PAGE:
The Numbers Game; Loyalty, Visitors, Activity – Part 1
As the title suggests, this is Part 1 of what will be three articles focused around “The Numbers Game” and by that I mean all those lovely stats you should be tracking and why they are important. This article (Part 1) will be looking at new communities whether fan created or being built by a brand / on behalf of a brand.
Two tools I’m going to recommend first; Google Analytics and Chartbeat. Google Analytics will track the number of visitors, which countries they are visiting from, how many pageviews they have generated, duration of visit and heaps of other useful information. Chartbeat is similar but tracks in realtime how many people are visiting your community and what pages they are looking at.
Moving on from this and working on the premise that you already have a community growth strategy (an article for another time if you don’t) what are the important metrics for a new community? Well, with all new things the tough challenge is to draw people in, if your strategy is good and your community is based around the potential to share and converse about something chances are this will be a little easier.
For those in the first 6 months of growth loyalty isn’t as important as the number of visitors and their activity. Working hand-in-hand with your strategy you should be providing a reason to visit and then those that do visit with a reason to engage. If you don’t have that many visitors then it means your promotion of the community isn’t working that well and you’ll need to have a look at your strategy and the channels you are using.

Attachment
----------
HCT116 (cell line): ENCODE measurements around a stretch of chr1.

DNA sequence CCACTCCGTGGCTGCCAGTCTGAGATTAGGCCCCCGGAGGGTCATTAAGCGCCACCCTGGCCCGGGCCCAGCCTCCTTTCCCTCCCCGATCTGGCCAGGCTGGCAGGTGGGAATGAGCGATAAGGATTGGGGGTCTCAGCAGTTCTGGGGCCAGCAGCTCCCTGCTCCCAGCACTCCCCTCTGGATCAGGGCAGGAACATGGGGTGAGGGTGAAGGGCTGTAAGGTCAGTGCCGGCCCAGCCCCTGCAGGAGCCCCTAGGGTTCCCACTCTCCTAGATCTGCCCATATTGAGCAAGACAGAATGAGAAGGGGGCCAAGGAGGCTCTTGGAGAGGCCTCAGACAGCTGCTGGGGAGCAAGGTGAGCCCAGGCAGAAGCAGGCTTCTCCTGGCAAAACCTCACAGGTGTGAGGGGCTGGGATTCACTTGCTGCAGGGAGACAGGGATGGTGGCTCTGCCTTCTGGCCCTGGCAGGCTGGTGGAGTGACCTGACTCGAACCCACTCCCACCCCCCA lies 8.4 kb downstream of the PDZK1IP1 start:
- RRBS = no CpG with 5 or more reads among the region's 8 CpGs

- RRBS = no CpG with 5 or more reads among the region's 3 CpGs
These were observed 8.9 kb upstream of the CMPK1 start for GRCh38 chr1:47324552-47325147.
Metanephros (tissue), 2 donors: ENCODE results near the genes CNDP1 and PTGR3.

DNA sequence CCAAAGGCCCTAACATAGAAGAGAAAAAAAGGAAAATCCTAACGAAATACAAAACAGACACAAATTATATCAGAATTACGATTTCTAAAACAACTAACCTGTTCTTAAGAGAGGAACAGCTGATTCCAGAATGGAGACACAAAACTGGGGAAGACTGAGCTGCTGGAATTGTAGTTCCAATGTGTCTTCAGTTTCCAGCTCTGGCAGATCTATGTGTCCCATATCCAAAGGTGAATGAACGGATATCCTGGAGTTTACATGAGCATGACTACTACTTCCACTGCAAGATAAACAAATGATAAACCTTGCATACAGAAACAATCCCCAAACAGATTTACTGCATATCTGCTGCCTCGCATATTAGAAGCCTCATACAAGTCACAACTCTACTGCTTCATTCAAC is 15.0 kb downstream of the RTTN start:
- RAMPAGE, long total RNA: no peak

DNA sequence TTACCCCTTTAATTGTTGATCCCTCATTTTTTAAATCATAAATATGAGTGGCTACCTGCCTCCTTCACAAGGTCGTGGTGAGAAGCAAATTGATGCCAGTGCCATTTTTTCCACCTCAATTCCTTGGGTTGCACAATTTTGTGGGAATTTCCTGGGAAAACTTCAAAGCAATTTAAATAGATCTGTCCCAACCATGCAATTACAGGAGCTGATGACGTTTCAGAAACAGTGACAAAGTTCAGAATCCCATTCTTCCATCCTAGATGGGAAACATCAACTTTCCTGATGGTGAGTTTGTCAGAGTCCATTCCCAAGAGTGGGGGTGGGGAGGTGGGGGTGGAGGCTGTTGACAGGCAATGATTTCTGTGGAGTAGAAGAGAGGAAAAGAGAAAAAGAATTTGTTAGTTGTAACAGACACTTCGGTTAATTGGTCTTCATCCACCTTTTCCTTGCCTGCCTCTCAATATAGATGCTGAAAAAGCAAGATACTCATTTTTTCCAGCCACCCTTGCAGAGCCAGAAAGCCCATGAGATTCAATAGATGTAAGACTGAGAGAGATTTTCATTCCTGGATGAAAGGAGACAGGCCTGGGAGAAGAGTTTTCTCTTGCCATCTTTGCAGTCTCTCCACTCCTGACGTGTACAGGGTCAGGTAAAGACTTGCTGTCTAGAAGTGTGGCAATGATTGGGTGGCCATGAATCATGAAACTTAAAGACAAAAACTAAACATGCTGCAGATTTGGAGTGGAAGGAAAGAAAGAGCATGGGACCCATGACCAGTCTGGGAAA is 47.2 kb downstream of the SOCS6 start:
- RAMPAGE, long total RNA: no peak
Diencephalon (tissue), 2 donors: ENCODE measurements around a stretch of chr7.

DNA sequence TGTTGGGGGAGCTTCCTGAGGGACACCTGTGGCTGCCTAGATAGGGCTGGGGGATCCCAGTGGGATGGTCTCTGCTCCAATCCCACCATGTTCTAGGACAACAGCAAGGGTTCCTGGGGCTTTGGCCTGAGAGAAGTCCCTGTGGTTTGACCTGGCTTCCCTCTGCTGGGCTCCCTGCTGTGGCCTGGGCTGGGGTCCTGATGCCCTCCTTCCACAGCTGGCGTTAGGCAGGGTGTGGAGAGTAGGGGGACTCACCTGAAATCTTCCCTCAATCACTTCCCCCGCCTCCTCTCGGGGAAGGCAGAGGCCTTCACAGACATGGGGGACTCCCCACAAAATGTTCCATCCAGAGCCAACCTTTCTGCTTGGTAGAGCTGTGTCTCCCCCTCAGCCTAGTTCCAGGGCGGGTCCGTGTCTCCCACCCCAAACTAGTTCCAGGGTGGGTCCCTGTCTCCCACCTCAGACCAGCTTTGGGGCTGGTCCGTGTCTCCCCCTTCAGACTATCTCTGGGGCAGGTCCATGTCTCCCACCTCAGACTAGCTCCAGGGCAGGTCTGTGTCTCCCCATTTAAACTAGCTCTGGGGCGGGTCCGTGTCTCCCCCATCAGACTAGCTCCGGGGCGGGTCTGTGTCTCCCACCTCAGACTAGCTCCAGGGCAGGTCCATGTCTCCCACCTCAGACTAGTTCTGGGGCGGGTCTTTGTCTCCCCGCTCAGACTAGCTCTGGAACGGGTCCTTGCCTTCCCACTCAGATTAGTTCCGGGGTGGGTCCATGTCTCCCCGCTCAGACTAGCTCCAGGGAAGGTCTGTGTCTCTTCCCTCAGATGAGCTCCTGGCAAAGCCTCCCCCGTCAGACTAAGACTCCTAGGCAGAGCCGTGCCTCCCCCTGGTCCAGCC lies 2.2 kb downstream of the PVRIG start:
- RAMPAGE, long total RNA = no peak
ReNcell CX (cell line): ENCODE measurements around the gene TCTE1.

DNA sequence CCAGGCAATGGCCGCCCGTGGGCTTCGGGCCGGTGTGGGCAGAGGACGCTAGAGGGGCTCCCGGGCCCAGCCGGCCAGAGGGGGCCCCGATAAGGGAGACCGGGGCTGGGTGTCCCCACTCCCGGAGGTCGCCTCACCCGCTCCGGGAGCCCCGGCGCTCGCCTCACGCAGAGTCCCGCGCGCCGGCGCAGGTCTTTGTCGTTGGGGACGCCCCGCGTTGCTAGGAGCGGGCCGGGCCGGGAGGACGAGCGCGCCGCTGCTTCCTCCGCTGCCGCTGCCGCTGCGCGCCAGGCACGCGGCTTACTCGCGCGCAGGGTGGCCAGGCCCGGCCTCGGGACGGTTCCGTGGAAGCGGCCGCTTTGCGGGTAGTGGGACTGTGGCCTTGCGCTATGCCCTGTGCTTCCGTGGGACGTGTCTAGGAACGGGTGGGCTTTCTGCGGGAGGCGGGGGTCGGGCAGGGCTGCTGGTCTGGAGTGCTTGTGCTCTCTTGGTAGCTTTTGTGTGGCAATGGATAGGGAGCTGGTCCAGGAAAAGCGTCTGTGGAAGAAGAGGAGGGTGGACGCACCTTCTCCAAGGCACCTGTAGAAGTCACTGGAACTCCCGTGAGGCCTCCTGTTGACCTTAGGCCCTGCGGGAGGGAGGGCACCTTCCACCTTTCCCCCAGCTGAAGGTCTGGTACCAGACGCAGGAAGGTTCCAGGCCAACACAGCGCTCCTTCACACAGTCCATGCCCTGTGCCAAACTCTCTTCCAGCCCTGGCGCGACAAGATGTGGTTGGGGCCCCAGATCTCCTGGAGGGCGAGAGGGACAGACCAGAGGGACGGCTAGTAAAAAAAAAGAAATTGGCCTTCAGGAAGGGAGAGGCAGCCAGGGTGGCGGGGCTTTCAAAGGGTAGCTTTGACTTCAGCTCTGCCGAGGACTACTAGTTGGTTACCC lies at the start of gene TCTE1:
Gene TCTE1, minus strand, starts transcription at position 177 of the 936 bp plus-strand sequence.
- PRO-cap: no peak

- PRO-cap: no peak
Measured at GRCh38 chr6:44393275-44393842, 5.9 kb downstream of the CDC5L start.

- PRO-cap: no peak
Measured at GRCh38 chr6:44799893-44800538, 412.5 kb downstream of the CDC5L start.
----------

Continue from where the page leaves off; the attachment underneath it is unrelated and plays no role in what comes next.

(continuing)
If you do have visitors coming then you can at least put a tick in one of the boxes and start to focus a little more on their activity. You need to get them to engage with you as a Community Manager, with the whole reason the community exists whilst also convincing them to open up and share. It doesn’t matter if this is sharing their praise, concerns, suggestions or otherwise, the fact that they are doing so means they care at least a little bit.
The more activity you can get from those first few users the easier it will be to draw more in; anyone who visits subsequently will see there are people there and there might be a reason to get involved.
I could write a lot more about this but I’ll keep it short and sweet by summing up and saying; if your community is in the first few months of life focus on bringing visitors to your community and then their activity. Loyalty develops over time and there are other factors to take into consideration for this.
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